2017 Advanced Naturalist Workshops-Series 13
For more detailed information and registration instructions, please visit our website.
May 26-28, 2017
Dr.Sunshine Brosi, Associate Professor, Frostburg University
Ethnobotany is the study of the interaction between plants and people weaving together the importance of cultural sustainability with ecological sustainability. Dr. Sunshine Brosi coordinates and teaches classes for Ethnobotany Programs in both Appalachia and Alaska. This workshop will explore the role of plants in the Appalachian and Cherokee cultures by looking at the history of plant use; origins of economically important plants; the use of flowers and fruits for food and the use of roots, stems and leaves for food and other purposes. The principles and methods used in the ethnobotany field will be explored through real world applications. For example, Dr. Brosi, learned the art of basketry from traditional Cherokee elders in North Carolina. She will demonstrate this art form as well as share stories she has heard from Cherokee basket makers. Participants will also learn about plants used for natural dyes through hands-on demonstrations using butternut (Juglans cinerea), bloodroot (Sanguinaria canadensis), and yellowroot (Xanthorhiza simplicissima), and be taught the proper process of collecting the material. Dr. Brosi works on the diversification of economic opportunities for small-scale Appalachian landowners including methods to save small woodlots through agroforestry techniques like medicinal herb cultivation. She is also interested in the economic and environmental sustainability of non-timber forest products such as black cohosh, American ginseng, bloodroot, and others. She will share much of this information on short hikes to view and/or collect plants. Dr. Brosi is one of only a few ethnobotany professors in the country and the perfect person to lead us through this multifaceted study of the connections between humans and plants.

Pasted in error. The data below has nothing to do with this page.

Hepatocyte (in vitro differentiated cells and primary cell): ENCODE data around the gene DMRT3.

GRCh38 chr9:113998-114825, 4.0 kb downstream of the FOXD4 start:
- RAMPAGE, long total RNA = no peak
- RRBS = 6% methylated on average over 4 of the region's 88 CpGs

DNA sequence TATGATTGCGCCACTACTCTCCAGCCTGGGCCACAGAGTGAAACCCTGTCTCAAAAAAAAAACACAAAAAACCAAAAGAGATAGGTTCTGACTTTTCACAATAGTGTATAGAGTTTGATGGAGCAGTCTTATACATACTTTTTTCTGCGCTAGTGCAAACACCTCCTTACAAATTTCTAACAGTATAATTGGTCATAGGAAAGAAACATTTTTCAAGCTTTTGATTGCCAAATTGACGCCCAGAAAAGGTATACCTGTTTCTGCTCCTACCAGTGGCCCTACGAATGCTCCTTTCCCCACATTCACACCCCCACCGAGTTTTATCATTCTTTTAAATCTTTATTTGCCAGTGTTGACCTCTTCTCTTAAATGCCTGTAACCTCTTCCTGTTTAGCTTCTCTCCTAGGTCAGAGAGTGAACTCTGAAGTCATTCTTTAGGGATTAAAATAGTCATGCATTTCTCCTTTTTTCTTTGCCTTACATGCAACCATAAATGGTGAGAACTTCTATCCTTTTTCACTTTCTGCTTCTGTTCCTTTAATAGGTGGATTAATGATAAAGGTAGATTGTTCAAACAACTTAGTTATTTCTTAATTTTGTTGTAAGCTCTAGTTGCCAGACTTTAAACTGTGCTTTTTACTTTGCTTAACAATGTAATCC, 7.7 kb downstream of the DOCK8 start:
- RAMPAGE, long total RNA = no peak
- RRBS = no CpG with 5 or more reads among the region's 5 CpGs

June 16-18, 2017
Eric Munscher, Herpetologist/Ecologist, Director for the Turtle Survival Alliance's North American Freshwater Turtle Research Group
This workshop will be the first-ever look at the semi-aquatic freshwater turtles on the preserve. To date there simply hasn’t been any formal research or surveys done on these aquatic reptiles at the Edge of Appalachia. While the potential species list is not expected to be exhaustive (5-6 species), the opportunity for hands-on learning is expected to be frequent and exciting, with turtles in hand! This workshop will explore both the deeper backwater areas of Ohio Brush Creek as well as the free flowing riffle and run sites along the stream. Pond dwelling species will also be sought so as to include all available habitats for turtles on the preserve. Live trapping will be the preferred method for detecting turtles although other survey techniques will be taught. Participants will be instructed on how to take morphometric measurements for each individual encountered. Eric Munscher has 17 years of experience researching and surveying turtles across the southeast and since 2010 has been the principal investigator for the Turtle Survival Alliance Research Group. Enlisting his skills at finding turtles is an important first step to better understanding the preserve’s turtle fauna.